Tag Archives: Children’s Book Week

Why Reading Matters – Guest Post

Part two of this weekly celebration of children’s book is a guest post from Bonnie from A Working Title, on reading as a child, and reading to her child. How has reading changed your life?

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Some of my earliest memories are of being read to by my mother. We would lay in my bed at night after picking out my favorite story book, and read together. After she was done, the book always went under my pillow so I could dream about it. These are some of my happiest memories, and a large part of why I am such a voracious reader today.

My mother made it a point to share books with me. We went to the library together, and the bookstore, and every holiday I received new books from her and the rest of my family. I still vividly remember the Christmas I opened the boxed set of C.S. Lewis’ Narnia books, and my copies of the Little House books are battered and well loved after 15 years of reading them. I think my most favorite book to have read to me was Charlotte’s Web by E. B. White, and one of the first books I began reading to myself.

Because of my mother and the book-rich environment she provided, by second grade I was reading at a sixth grade level. By sixth grade, I was reading the same books my teachers were reading for fun. I was on a first name basis with all the librarians in town. My best friend was the daughter of the head librarian, and I can remember competing with her to see who could figure out silent reading first. I worked at my school’s book faire every year and was paid in free books. I was a book lover, a bibliophile, a collector.

My room was decorated with book cases and books instead of posters of boys and bands, although that’s not to say I didn’t like those things, too. There just wasn’t room on the walls! Many important parts of school came relatively easy for me, especially paper writing and critical analysis assignments. My vocabulary was large and well developed, and I could roll SAT words off my tongue like nobody’s business. I still read every day, and now, with my own son, we read a book (or two, or five) every night before he goes to sleep. It’s something I treasure deeply, and I’m so glad I can share my love of books with him, just as my mother did with me.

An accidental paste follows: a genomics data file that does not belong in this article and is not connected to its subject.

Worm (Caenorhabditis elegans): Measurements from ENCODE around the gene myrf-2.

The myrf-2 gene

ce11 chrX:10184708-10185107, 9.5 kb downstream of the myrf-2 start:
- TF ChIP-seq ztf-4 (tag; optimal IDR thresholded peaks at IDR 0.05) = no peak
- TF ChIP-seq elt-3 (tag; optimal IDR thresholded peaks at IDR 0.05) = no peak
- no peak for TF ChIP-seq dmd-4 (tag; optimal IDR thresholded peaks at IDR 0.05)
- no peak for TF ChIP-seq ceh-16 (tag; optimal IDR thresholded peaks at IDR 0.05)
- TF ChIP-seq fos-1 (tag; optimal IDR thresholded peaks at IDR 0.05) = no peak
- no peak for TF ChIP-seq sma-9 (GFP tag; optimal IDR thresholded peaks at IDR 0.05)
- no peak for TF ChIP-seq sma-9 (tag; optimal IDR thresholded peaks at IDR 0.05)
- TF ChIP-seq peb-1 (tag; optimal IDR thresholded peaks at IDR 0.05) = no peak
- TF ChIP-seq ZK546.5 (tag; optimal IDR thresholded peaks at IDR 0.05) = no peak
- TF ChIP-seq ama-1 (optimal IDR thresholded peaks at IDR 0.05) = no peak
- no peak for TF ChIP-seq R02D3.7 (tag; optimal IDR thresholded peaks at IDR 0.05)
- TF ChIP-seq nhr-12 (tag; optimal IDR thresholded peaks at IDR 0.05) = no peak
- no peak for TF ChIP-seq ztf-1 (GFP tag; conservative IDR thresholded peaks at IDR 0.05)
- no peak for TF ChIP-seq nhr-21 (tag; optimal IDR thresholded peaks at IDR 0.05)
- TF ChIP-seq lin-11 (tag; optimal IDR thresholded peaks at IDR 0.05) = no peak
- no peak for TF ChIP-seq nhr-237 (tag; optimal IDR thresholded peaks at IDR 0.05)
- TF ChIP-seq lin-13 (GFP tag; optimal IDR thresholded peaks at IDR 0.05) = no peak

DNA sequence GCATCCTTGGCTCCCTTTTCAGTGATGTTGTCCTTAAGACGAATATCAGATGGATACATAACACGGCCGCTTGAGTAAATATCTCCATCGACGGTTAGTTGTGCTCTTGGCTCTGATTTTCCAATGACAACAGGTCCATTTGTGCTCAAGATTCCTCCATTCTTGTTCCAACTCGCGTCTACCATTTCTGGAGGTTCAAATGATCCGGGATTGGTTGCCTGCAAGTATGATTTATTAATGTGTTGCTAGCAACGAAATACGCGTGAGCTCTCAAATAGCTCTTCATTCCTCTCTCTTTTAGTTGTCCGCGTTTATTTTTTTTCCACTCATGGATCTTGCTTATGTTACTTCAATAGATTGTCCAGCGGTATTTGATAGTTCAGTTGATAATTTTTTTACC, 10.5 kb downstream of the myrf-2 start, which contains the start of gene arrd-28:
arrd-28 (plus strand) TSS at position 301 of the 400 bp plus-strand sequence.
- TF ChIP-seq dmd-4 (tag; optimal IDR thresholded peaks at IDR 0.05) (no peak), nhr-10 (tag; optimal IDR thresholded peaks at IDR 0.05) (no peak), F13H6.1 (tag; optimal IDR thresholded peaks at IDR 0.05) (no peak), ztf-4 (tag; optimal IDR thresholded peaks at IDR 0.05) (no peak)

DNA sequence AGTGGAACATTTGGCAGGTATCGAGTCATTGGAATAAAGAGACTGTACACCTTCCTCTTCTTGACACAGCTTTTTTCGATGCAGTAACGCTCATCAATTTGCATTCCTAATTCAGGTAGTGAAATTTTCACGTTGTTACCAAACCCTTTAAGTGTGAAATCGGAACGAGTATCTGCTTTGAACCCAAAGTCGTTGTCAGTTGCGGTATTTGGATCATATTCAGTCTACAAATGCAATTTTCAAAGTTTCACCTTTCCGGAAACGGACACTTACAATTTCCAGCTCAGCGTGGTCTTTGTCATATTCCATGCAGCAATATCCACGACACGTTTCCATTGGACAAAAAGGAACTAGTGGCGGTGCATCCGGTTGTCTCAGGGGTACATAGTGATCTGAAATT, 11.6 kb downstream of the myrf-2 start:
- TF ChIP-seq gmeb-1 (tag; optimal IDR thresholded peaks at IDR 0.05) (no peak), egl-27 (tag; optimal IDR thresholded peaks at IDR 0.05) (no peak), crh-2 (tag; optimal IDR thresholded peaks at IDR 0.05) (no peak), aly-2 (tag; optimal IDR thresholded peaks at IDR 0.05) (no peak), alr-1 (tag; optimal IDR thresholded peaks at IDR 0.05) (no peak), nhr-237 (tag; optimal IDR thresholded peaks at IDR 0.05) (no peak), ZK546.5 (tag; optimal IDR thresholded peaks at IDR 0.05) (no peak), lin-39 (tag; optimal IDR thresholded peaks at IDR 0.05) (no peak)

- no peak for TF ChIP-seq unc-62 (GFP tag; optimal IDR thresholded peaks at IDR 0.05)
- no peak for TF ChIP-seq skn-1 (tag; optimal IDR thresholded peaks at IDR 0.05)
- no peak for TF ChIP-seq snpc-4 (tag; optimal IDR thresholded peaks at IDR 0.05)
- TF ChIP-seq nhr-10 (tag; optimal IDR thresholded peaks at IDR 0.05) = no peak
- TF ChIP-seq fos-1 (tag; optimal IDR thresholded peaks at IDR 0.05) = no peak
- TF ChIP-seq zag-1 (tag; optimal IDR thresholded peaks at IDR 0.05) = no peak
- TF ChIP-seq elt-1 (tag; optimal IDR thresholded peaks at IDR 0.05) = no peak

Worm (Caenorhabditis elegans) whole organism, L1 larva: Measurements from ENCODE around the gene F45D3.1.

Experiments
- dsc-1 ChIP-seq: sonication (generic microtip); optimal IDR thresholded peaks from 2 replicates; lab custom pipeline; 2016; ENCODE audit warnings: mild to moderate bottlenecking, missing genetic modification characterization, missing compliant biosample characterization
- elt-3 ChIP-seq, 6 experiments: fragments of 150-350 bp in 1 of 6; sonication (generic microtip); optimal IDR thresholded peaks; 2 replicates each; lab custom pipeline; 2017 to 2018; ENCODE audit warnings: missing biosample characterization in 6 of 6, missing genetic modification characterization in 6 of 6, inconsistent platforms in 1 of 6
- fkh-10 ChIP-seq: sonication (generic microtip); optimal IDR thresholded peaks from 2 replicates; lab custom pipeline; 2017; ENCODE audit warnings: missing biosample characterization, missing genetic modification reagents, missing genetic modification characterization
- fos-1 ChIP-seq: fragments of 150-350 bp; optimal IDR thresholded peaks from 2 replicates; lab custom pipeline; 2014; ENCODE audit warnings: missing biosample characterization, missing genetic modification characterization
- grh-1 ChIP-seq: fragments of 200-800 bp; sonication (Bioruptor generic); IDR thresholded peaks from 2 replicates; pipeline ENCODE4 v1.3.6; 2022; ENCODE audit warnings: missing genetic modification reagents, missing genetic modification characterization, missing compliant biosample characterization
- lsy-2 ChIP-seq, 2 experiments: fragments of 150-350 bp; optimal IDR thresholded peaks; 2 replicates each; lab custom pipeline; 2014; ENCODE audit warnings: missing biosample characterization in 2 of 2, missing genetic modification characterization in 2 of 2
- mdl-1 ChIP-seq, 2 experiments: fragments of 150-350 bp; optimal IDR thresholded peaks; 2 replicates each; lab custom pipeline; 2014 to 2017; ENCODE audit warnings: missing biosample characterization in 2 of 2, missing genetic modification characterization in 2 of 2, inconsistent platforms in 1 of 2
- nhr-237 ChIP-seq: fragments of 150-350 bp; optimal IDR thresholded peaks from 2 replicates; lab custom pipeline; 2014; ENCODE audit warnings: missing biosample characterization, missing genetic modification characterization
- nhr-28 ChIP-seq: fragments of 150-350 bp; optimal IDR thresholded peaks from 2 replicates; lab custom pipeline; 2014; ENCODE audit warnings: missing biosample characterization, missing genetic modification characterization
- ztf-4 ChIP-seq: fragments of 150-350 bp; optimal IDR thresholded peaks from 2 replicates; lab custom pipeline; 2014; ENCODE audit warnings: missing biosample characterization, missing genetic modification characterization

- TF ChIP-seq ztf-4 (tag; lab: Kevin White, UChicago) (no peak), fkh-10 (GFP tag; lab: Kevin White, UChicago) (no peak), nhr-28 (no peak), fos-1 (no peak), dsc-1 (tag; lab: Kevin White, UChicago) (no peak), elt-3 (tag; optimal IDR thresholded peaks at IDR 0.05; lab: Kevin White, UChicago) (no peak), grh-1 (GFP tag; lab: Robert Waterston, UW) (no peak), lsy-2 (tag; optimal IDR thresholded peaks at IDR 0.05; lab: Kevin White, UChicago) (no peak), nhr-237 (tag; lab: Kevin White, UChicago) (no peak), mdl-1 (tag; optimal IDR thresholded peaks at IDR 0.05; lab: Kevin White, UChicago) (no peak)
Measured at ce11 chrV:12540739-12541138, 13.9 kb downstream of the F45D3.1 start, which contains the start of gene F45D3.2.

All this memory mining to say, there is nothing more important, and nothing easier, than reading to your child. It expands their minds and their imagination, and introduces them to new vocabulary and concepts. Reading together promotes a lifetime of learning, and brings families together in the evenings for quiet time and sharing. If you don’t have a child of your own, read to your nieces or nephews, or younger siblings. Volunteer at your local library or woman’s shelter for children’s story time. And if you’re too shy for that, donate to your library, elementary school, or other established literacy promoting charity.

It’s Children’s Book Week, a week to promote the books we loved as children, and the new books coming out from authors today. But there’s no reason at all that it can be Children’s Book Week every week. Make it a point to share books with the kids around you at all times of the year. They’ll benefit from it, and so will you. Make book lovers out of everyone, and the world will be filled with enough books for everyone.

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Children’s Book Week

Children's Book Week

There are a number of ways to celebrate Children’s Books Week, no matter if you are a parent, teacher or librarian. If you already read to your child, then you’re on the right path to promoting literacy and instilling a love of knowledge. This year the winners of the Children’s Choice Awards and the Teen’s Choice Awards will be announced May 13th. Although the voting period has already ended, there are still a lot of ways to participate next week.

Book Week Online has some amazing resources and ideas for celebrating this week.

Some ideas are:

– Make your own bookmarks

– Stage a read-in

– Donate books to a local family shelter or children’s hospital

– Go to Book Week Online to find some awesome children’s puzzles to work on in the classroom or at home